4

While reading upon how files are stored in the filesystem, I created a testfile which happened to be of size 217 bytes. Checking the output of stat on this file, I saw that this file is occupying 8 blocks. Initially I thought that there is no way that a file of size 217 bytes can be using 8 blocks when the Block size is 4096 bytes and the value at Blocks: should be 1 instead of 8. Then I read this, this and this and realized that the Blocks: value is the number of 512 bytes space occupied by the file. And since the minimum size of a block is 4096 bytes, even a file of size 2 bytes will occupy 8 blocks (because 4096/512 = 8).

[root@server ~]# stat smallfile.txt
  File: `smallfile.txt'
  Size: 217             Blocks: 8          IO Block: 4096   regular file

I had read here that:

"Each sector stores a fixed amount of user-accessible data, traditionally 512 bytes for hard disk drives (HDDs) and 2048 bytes for CD-ROMs and DVD-ROMs. Newer HDDs use 4096-byte (4 KiB) sectors, which are known as the Advanced Format (AF)."

All of the systems I have access to used HDDs with sector size 512 bytes. So I believe that the st_blocks (as explained the 2nd and 3rd hyperlinks I have given) matches the sector size of the hard-drive? So the question is:

  • In future, if I am to have the same 217 bytes sized file on an HDD with a sector size of 4096 bytes, would the stat command on the file would show Blocks: 1 instead of Blocks: 8 (since 4096/4096 = 1) ?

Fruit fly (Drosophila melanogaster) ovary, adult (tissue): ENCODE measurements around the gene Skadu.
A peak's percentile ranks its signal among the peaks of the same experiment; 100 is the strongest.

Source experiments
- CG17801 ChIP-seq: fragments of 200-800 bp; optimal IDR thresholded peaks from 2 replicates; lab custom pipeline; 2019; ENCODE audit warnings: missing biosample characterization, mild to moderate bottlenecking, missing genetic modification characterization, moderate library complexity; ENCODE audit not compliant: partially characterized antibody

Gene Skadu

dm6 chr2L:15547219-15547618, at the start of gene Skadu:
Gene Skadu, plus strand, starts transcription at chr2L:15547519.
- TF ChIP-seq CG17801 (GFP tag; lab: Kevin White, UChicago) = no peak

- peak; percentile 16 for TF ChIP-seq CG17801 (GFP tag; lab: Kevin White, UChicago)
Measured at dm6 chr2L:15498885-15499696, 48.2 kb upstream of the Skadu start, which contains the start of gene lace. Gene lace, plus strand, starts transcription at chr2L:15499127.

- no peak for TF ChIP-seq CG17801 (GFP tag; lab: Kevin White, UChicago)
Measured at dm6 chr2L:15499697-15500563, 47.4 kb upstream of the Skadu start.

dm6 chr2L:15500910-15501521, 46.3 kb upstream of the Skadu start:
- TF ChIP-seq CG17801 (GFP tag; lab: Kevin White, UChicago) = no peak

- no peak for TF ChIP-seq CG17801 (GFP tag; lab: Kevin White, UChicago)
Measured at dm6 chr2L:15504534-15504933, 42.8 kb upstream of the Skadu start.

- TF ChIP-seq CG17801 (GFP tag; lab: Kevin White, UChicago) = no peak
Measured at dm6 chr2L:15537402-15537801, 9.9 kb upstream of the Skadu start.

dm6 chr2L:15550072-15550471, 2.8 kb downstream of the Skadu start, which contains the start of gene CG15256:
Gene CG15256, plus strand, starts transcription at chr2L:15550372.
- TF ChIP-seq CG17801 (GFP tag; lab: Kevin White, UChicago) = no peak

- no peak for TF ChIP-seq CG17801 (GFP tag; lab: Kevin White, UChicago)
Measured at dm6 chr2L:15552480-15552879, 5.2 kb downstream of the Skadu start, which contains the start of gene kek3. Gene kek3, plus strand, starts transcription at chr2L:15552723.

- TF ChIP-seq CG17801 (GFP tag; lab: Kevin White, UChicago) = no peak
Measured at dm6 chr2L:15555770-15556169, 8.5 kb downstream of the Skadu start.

• Or st_blocks will always use 512 byte as the single minimum unit regardless of the sector size?
  • Or has it something to do with the VFS?
6

The links you give explicitly state:

The st_blocks field indicates the number of blocks allocated to the file, 512-byte units.

So they're always in units of 512-byte blocks, regardless of what underlying device is used. The stat command simply displays what the stat system call returns. The 512-byte block is a historic thing, defined in POSIX. Compare for example these:

$ ls -s smallfile.txt
4 smallfile.txt
$ env POSIXLY_CORRECT=1 ls -s smallfile.txt
8 smallfile.txt

GNU ls displays blocks by default in 1kB blocks, but when forced to comply with POSIX it shows 512-byte blocks.

  • That answers my question. I had wondered whether its 512 bytes is historic. – Sree Oct 20 '14 at 16:38

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